Deliverance

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The day was searing. Scorching. The oft complained of heat on the day that Tybalt stabs Mercutio? Nothing compared to this. And there my older brother, James, and I were, slaving away in the back of a gourmet deli, where the air conditioning has not gone under seventy-degrees for years, and the oven and grill add another blazing sun to the mix. Throughout the day I tossed envious glances at the abundantly populated fly light positioned in the corner of the kitchen; at least those lost souls were far away from the boiling soups and steaming chicken breasts that seemed so intent on making my life sweltering.
A contributing factor to this hectic atmosphere was an impending delivery order (how people drop hundreds of dollars on catered sandwiches, I have no idea, but they do it with alarming frequency) for later in the day. Our boss, Howie, decided that James and I would be the lucky ones to make this same delivery, which was due at five o’clock. Howie sat us down, pulled out his battered map of the Jersey Shore’s roads, and explained the route we were to take with great detail. James and I listened intently as he spoke, nodded every once in a while, gave a few grunts of understanding, and, finally, took a list of the roads that we were to take.
Forty sandwiches, potato salad, and a vegetable platter later, James and I sat in the front seats of the deli’s delivery van. When sitting in the van, we are fairly above it all (quite literally- the van puts us a good three or four feet over other cars) and, with the radio and AC blasting, are ready for anything. James started the van and paused.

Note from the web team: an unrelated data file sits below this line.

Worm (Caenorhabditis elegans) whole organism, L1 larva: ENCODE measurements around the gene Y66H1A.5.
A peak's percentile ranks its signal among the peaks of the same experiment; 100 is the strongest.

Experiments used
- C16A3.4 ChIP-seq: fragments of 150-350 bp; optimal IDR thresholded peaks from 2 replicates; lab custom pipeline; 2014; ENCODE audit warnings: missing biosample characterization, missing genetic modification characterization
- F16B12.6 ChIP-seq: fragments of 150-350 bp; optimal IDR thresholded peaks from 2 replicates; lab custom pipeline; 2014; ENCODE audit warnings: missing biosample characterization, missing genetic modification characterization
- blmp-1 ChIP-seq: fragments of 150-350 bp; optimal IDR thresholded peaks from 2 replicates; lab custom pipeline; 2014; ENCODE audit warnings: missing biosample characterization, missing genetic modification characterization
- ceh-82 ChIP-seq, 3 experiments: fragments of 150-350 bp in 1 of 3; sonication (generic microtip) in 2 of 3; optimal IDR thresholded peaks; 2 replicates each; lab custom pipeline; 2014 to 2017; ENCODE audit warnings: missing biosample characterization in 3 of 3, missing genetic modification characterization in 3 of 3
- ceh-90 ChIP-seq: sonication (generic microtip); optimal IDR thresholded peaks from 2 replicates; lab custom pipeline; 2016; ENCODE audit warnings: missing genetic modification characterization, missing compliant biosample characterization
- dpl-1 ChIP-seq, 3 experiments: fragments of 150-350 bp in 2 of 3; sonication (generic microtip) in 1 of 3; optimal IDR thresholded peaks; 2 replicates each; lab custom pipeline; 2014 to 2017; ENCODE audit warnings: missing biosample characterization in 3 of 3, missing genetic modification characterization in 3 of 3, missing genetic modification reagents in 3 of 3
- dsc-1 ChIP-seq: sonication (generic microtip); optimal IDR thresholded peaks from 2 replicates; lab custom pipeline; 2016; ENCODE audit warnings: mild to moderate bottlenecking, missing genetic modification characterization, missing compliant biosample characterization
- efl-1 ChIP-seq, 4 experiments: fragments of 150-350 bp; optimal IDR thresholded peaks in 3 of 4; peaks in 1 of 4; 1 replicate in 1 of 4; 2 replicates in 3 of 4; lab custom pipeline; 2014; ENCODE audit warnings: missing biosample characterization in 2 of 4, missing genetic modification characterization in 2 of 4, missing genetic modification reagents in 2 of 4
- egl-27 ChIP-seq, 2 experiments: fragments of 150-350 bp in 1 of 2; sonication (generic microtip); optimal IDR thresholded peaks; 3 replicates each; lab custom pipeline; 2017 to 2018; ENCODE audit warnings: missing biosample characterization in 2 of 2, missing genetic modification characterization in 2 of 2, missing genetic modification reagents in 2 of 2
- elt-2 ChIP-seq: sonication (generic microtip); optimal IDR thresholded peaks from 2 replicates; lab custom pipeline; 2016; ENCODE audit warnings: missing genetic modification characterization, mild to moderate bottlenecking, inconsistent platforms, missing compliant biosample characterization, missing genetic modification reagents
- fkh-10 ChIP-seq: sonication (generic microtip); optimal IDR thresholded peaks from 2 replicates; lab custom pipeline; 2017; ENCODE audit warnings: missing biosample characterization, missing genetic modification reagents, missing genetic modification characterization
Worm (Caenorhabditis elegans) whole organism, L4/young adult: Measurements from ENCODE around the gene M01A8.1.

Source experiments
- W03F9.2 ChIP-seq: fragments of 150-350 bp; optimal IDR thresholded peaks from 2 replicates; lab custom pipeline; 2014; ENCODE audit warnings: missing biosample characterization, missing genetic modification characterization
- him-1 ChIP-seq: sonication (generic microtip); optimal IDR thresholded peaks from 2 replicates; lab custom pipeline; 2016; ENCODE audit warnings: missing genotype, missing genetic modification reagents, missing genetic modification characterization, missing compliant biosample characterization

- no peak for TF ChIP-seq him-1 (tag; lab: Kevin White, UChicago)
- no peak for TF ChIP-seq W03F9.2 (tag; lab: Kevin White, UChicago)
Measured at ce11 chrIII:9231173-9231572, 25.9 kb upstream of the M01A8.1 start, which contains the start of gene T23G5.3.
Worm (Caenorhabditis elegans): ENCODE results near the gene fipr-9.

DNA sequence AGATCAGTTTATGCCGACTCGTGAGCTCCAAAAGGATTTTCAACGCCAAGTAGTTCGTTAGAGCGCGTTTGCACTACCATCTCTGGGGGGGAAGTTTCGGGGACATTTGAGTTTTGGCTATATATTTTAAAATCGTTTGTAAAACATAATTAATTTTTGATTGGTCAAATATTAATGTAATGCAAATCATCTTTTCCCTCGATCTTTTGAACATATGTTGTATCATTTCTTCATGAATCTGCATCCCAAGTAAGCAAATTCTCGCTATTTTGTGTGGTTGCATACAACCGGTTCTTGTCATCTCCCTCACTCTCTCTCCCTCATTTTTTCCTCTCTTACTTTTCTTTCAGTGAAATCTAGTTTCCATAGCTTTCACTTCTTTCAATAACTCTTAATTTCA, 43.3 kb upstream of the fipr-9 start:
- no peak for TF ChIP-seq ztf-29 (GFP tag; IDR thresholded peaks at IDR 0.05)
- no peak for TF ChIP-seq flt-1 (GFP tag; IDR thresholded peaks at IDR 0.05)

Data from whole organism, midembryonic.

“Where are we going?” James asked. I turned and stared at him.
“I don’t know. Weren’t you listening?”
“No. I thought you were.”
Ah! Already, our delivery was stalled by what I like to call the listening paradox. James and I were focusing so keenly on appearing to pay attention to Howie (including nodding and making astute comments) that we didn’t hear a word he said. Our efforts to appear to take it all in led us, in reality, to take absolutely nothing in. I picked up the chicken-scratch directions that our boss had left us and tried to decipher them; this was the best we had. We were off!

And then we weren’t. After cruising around the labyrinth of circles, highways and side streets that appeared, on that fateful day, to go on forever in every direction, we could not find the street that would ultimately bring us to the correct house. What were we doing wrong? The clock was ticking (in fact, we were already a few minutes late) and both James and I were becoming increasingly nervous as the road sign failed to appear.

The few minutes late turned into ten minutes, which promptly turned into fifteen, and then twenty. As if in cruel mockery, the skies opened up on us. Torrential rain, the type of hysterical, screaming weather that can only occur in the most extreme of temperatures, began to cascade down on the roof of the van. An inability to hear one another over the thundering of water did in no way aid our finding of the house.

In our desperation, I had to use our last lifeline and call in the cavalry.

“Dad? We’re lost.”
We pulled over on the side of a desolate country road (yet another oddity in the mess of suburbia we were navigating) and waited for our dad, a virtual GPS, to arrive. While we waited, I made the poor decision of calling Howie to tell him that we were a little lost.
“What do you mean a little lost!”

Needless to say, this did not go over well (perhaps because the order was already over a half hour late).